1:24 pm Aug. 13, 20121
Everyone from Kobe Bryant to President Obama weighed in on the question of which Dream Team was the best.
The vastly different contexts in which they played make the comparison somewhat silly, of course. The 2012 team's wins weren't as lopsided on average as the 1992 team's, for example, but the 2012 team won its gold against superior international competition.
But following the U.S.'s 107-100 victory over spain in Sunday's gold-medal game, we can at least compare the stats of the two teams.
In eight games, the 1992 team shot 56.5 percent, while the 2012 team shot 52.3 percent. But the 2012 was more accurate from three-point range, on a greater volume of long-range attempts.
Defensively, the 1992 team has a major edge over their 2012 counterparts. Both teams held opponents to roughly the same percentage from three-point range, with 1992 checking in at 30.5 percent, 2012 at 33.2 percent. But the 1992 team's opponents shot 39.3 percent on two-pointers; 2012's opponents shot a far better 51.8 percent from two-point range.
The difference in defensive prowess on twos can be largely explained by a pair of factors. One is that the 1992 team had two of the finest defensive centers ever in Patrick Ewing and David Robinson. The 2012 team had Tyson Chandler, who averaged just 11 minutes per game, Anthony Davis, who averaged less than eight minutes per game, and long stretches without an interior defensive presence at all.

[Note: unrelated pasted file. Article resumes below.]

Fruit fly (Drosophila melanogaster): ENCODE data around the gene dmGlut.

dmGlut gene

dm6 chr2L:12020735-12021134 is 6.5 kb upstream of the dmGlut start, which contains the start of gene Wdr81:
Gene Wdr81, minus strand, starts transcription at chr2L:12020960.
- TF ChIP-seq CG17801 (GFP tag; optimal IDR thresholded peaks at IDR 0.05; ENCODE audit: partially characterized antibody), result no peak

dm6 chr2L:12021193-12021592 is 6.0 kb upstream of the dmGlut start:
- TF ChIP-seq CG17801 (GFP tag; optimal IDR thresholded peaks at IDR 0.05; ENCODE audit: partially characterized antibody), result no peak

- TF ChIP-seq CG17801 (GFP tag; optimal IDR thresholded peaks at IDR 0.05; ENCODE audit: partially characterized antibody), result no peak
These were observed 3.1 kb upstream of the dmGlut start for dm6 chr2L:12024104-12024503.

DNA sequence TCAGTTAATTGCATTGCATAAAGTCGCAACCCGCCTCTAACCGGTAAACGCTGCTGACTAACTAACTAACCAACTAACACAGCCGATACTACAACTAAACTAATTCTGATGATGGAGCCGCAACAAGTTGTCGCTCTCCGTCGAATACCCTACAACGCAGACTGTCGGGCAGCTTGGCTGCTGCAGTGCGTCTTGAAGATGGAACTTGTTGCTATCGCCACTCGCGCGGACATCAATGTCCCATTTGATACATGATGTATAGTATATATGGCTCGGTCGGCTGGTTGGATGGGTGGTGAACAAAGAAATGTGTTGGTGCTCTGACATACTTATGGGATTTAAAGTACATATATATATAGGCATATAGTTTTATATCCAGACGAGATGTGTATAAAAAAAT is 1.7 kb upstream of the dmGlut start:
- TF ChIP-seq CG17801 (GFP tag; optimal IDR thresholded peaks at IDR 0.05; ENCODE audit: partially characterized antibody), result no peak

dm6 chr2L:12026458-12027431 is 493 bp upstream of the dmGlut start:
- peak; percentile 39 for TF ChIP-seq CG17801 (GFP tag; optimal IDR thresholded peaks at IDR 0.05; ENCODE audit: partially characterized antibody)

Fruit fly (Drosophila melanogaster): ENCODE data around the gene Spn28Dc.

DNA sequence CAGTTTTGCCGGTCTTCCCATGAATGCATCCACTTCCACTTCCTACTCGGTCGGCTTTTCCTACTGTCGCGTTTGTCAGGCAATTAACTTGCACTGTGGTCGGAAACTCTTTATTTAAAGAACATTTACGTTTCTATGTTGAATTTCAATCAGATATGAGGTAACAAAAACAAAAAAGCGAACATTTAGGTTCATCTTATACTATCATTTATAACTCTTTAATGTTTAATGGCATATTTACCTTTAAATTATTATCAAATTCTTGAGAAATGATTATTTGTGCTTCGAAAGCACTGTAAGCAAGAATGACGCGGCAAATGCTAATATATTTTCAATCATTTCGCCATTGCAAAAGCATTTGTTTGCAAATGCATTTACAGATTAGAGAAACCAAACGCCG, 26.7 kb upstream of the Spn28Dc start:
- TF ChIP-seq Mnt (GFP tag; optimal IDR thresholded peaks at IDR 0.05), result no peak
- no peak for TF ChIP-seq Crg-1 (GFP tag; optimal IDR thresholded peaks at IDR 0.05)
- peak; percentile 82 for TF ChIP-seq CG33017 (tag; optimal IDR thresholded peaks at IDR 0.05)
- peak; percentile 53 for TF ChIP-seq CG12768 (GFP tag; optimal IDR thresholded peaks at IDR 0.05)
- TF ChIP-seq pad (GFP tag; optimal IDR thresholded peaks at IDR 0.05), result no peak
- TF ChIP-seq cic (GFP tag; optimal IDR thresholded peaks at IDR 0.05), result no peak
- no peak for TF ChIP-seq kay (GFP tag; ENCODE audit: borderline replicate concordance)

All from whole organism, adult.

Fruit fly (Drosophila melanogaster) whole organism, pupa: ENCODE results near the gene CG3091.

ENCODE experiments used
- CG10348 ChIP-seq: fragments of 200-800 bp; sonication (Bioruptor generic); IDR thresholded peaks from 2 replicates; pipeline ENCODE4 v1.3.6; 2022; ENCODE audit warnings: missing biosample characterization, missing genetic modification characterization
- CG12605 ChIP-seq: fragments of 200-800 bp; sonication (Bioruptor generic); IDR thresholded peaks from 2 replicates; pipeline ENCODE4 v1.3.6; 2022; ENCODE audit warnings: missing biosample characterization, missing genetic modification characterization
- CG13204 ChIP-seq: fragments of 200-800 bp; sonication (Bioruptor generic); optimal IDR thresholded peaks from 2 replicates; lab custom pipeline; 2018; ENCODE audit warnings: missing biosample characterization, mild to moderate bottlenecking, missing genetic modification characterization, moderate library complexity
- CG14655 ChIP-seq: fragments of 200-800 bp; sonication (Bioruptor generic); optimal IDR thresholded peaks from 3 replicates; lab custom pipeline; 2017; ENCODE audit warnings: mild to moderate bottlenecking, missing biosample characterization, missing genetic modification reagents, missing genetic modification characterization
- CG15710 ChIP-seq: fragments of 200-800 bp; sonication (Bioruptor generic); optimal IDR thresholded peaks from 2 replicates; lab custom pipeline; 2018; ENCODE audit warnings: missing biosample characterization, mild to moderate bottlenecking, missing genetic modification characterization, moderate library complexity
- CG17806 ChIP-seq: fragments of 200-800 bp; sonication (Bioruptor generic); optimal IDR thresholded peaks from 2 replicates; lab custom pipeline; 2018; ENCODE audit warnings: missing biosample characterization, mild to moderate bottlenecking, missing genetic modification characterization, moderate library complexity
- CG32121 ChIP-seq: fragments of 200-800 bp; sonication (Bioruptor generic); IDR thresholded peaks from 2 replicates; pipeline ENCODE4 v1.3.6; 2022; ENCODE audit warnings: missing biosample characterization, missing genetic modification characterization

The other factor, and one that simply cannot be ignored, is that the competition is far better in 2012 than it was in 1992. The Lithuania team the U.S. destroyed in the 1992 semifinals probably would have struggled against teams like France and Argentina, which didn't even medal in 2012. The Croatia team from the 1992 finals simply isn't in the same class as the Spain team that gave the U.S. a fight for the gold on Sunday.
The 2012 team defeated its opponents by an average of 32.1 points, which is a lot less impressive than the 1992 team's 43.8 point average.
But Kevin Durant's Charles Barkley-like performance, along with LeBron James' Olympic run, which easily outpaced Michael Jordan's, will also be part of the debate going forward.
At the very least, the 2012 team gave a good enough account of itself to be worthy of the argument.